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The low-flying loonie points to continued weak business investment today, which will mean even weaker productivity and economic growth in the future.JONATHAN HAYWARD/The Canadian Press

Stephen Poloz is special adviser at Osler, Hoskin and Harcourt and author of The Next Age of Uncertainty. He is a former Bank of Canada governor and sits on the boards of Enbridge Inc. and CGI Inc.

The U.S. and Canadian economies are in a similar situation and financial markets have given the federal government’s fall economic statement a passing grade. So why is the Canadian dollar trading in the low-70s against the U.S. dollar?

This is more than a matter of national pride. While weakness in the dollar may help boost exports, it has also contributed to our inflation problem. When the Canadian dollar slides from around 80 US cents to 73 to 74 cents, that boosts the prices of imports by 8 per cent to 9 per cent for anything from toys made in China, to lettuce grown in California, to Caribbean vacations, even without supply chain issues.

More importantly, the low-flying loonie is a symptom of wider issues. It points to continued weak business investment today, which will mean even weaker productivity and economic growth in the future. The federal government’s fall economic statement last week covers many problems in its 96 pages, but only this one is described as an “urgent priority.”

A microcosm of this issue can be seen in the dollar’s relation to the oil and gas sector. The dollar usually rises with higher oil prices because oil companies boost investment, and this extra activity attracts both domestic and foreign investors. New jobs are created, incomes go up and more wealth is built. The Canadian dollar appreciates along with rising national income and wealth, thereby improving Canadians’ global purchasing power – the prices of imported toys, lettuce and vacations fall – so all consumers benefit.

By that logic, the Canadian dollar should have reacted to the surge in commodity prices after the Russian invasion of Ukraine by rising to the 85-to-90-cent range, rather than falling. Had it risen, our inflation performance would have been far better.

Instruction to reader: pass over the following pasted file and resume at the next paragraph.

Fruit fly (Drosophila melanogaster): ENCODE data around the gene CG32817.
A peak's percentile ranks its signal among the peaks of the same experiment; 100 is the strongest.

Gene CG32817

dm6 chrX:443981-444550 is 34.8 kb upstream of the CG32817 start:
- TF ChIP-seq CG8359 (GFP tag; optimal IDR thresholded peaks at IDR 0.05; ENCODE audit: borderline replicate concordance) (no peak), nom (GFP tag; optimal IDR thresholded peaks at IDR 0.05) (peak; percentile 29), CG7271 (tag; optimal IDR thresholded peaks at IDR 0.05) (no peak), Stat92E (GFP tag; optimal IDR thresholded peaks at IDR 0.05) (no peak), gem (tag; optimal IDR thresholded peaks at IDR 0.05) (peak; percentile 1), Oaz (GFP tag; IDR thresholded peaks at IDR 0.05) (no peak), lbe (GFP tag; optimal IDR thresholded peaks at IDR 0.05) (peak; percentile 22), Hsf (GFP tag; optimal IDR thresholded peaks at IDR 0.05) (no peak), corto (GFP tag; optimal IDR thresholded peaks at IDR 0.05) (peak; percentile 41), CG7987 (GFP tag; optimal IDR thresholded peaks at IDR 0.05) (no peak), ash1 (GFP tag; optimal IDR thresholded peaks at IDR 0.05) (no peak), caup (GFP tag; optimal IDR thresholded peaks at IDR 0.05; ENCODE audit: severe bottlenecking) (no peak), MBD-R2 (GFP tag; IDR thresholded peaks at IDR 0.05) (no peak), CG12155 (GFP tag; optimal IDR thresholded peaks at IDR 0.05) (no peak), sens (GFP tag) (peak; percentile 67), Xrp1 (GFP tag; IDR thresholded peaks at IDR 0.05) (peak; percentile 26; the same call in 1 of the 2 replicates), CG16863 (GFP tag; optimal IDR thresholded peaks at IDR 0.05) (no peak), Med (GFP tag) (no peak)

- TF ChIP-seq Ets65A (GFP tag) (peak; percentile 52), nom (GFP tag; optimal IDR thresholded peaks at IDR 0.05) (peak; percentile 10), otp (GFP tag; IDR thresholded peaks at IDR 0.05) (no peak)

But higher oil prices have led to only a modest increase in energy-sector investment, at least so far, and therefore our dollar has foundered. The fall economic statement highlights this investment shortfall and goes on to point out that it’s more than an oil-and-gas issue: Canadian business investment has been relatively weak in all sectors of the economy since 2015.

How has this happened? The observation that business investment has been weak since 2015 offers a clue as to the underlying reason: high and rising uncertainty about the future.

Consider: 2015 began with a collapse in world oil prices and a contraction in the Canadian economy, which of course led to lower rates of investment in all sectors. In contrast, oil-importing countries such as the United States continued to grow and their investment rates continued to rise.

Consider: In early 2016, presidential candidate Donald Trump began to talk about “tearing up NAFTA,” a risk that crystallized with his election that fall. The level playing field under NAFTA was fundamental to many Canadian companies, so the threat to the agreement meant investment remained weak. During the Trump presidency some companies even diverted investment spending from Canada to the U.S., so they could qualify for “Buy America” if NAFTA renegotiations failed. The signing of the USMCA in 2020 helped, but there were renewed tariff threats even after the signing of the new trade deal. The fraught geopolitical conditions we face today mean trade risks are on the rise yet again, an important headwind to new investment.

Consider: Since 2015, there has been, rightfully, growing emphasis of the goal of net-zero carbon emissions. All companies now need a net-zero plan because their customers, shareholders, employees, and their banks demand it. But there is much uncertainty about which path will be taken, how government policies might change along the way, and whether they will be consistent across countries or even provinces. For the energy sector the uncertainty is existential. While most paths to net zero would see the Canadian oil and gas sector remain important to Canada and to world energy security long into the future – after all, “net zero” is not the same as “zero” – some go so far as to advocate that Canada exit the business altogether. These uncertainties boil down to basic questions such as “Will this new investment still have value in 2050?” or “Can this new investment pass all regulatory hurdles, and in a reasonable time frame?” Uncertainty about the future of the business is why investment in the oil and gas sector has remained low since 2015 and has responded only modestly to the latest move to higher oil prices.

Uncertainty about the future is the main investment inhibitor, and I believe it will only get worse over the next 10 to 20 years. This is what the low loonie points toward.

Therefore, actively addressing uncertainty should be an urgent priority for governments: uncertainty about international trade; about regulations, both federal and provincial; about project permitting; about what net zero looks like. Giving companies more certainty about the future would be a fiscally prudent route to higher business investment, a stronger Canadian dollar, and lower inflation besides.

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